The California Coastal Trail (CCT) is a network of public trails for hiking, biking, and horseback riding along the 1,200 mile California coast. The trail is now more than 50% completed. When complete, the trail will span from Oregon to Mexico. The California Coastal Trail will not be one continuous trail that connects the entire coast. It will be a series of trails that will be in close proximity where it will be necessary to detour around environmentally sensitive sites.
Juan Bautista de Anza National Historic Trail
The Juan Bautista de Anza National Historic Trail is a 1,210 mile United States Historic Trail and National Millennium Trail that extends north and west from Nogales on the U.S. - Mexico border in Arizona. It extends through the California desert and Southern California, and then north along the central coast to San Francisco. The trail commemorates the 1775-1776 route that Spanish explorer Juan Bautista de Anza took from what was then New Spain into California. The National Park Service has prepared a brochure that provides detailed information about the historic route and places to visit along the way. The Chumash Museum and Interpretive Center in Thousand Oaks and the Santa Monica Mountains National Recreation Area are two of many areas to be explored along the trail. The Juan Bautista de Anza National Historic Trail starts in California at the southeastern corner of Imperial County and then heads west and north through San Diego County, Riverside County, San Bernardino County, Los Angeles County, Ventura County, Santa Barbara County, and then north, eventually reaching San Francisco County.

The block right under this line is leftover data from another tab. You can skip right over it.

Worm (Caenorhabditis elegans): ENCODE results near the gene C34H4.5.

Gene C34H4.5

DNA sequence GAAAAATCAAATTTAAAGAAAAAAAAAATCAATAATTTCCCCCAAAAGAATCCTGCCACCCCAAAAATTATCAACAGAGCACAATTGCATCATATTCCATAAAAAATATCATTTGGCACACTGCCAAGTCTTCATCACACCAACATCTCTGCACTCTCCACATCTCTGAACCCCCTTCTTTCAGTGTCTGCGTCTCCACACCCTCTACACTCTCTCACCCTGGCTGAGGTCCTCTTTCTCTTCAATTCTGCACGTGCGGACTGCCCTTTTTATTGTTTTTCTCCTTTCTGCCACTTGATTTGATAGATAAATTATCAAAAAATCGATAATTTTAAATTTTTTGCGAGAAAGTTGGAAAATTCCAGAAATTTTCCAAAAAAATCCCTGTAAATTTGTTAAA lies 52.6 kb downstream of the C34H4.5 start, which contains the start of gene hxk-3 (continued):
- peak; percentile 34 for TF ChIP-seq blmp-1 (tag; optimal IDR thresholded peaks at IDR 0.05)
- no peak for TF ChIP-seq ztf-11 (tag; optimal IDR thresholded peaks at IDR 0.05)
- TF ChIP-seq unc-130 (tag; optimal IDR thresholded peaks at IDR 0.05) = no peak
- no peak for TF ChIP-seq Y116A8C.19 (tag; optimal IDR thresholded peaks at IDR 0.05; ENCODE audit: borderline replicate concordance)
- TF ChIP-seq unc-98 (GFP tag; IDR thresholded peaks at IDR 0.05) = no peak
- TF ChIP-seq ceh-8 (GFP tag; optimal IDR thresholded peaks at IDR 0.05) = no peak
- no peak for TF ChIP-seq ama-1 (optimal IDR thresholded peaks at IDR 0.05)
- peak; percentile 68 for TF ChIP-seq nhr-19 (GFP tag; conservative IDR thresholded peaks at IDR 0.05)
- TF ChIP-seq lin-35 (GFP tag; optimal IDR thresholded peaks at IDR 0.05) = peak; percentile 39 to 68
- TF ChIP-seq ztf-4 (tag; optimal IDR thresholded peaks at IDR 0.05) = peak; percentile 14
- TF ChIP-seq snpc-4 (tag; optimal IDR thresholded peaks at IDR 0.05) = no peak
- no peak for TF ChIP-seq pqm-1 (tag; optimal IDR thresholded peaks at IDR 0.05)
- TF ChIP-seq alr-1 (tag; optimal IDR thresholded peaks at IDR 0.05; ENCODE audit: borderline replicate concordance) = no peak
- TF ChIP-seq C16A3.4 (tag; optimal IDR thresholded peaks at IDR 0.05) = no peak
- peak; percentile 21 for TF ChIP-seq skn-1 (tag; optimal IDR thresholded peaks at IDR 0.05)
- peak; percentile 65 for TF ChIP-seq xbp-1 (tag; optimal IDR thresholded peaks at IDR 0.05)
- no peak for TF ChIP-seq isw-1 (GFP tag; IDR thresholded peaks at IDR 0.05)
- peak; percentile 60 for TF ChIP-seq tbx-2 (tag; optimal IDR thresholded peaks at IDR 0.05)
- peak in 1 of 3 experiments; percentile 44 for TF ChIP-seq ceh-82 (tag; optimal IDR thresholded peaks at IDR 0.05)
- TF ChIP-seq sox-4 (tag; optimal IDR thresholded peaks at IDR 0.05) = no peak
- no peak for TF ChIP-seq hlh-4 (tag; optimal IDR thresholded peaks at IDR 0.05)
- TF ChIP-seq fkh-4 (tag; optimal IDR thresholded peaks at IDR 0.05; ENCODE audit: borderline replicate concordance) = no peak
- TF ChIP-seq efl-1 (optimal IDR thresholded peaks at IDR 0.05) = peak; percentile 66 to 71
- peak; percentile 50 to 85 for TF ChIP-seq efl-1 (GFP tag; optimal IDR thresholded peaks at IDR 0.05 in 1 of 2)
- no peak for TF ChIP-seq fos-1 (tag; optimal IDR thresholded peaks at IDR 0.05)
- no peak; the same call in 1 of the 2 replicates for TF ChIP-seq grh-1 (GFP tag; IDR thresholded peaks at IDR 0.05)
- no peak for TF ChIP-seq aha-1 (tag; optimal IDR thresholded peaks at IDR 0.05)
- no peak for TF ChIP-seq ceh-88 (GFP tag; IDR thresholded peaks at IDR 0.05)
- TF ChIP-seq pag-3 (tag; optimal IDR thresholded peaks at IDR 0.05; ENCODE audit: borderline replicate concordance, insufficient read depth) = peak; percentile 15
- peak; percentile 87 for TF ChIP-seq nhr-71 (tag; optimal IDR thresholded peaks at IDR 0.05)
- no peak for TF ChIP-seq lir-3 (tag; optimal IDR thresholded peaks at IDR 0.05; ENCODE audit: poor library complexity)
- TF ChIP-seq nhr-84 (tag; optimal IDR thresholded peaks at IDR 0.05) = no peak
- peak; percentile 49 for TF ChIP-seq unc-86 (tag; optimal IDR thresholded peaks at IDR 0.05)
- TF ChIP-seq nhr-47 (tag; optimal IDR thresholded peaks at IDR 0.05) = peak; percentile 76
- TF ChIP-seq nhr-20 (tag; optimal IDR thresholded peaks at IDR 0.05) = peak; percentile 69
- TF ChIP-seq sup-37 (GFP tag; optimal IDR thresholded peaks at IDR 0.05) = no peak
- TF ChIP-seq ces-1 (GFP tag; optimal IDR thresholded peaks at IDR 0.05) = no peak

The Salton Sea is a large, shallow, saline lake located in Southern California within Riverside County and Imperial County. While the dimensions vary depending upon rain and agricultural runoff, it averages 35 miles by 15 miles with a maximum depth of 44 feet. It is the largest lake in California. The lake’s salinity is greater than the Pacific Ocean, but less than that of the Great Salt Lake in Utah. The level of salt has been increasing over the years limiting the types of fish that can survive. The primary inflows are the Alamo River, the New River, and the Whitewater River. There are no major outflows. There are a number of groups, including the Salton Sea Authority and the Sonny Bono Salton Sea National Wildlife Refuse organization, working on strategies to save the Salton Sea. Towns along the Salton Sea include: Bombay Beach, Desert Beach, Desert Shores, Salton City, Salton Sea Beach, and North Shore.
Point Conception is the point on the coast of California in Santa Barbara County where the Santa Barbara Channel meets the Pacific Ocean. It is the dividing point between Southern California and Central California and is the location of the Point Conception Lighthouse. Point Conception and the area surrounding it was occupied by the Chumash Indians for thousands of years before California was claimed by Spain and later by Mexico. Point Conception is called Humqaq in the Chumash language.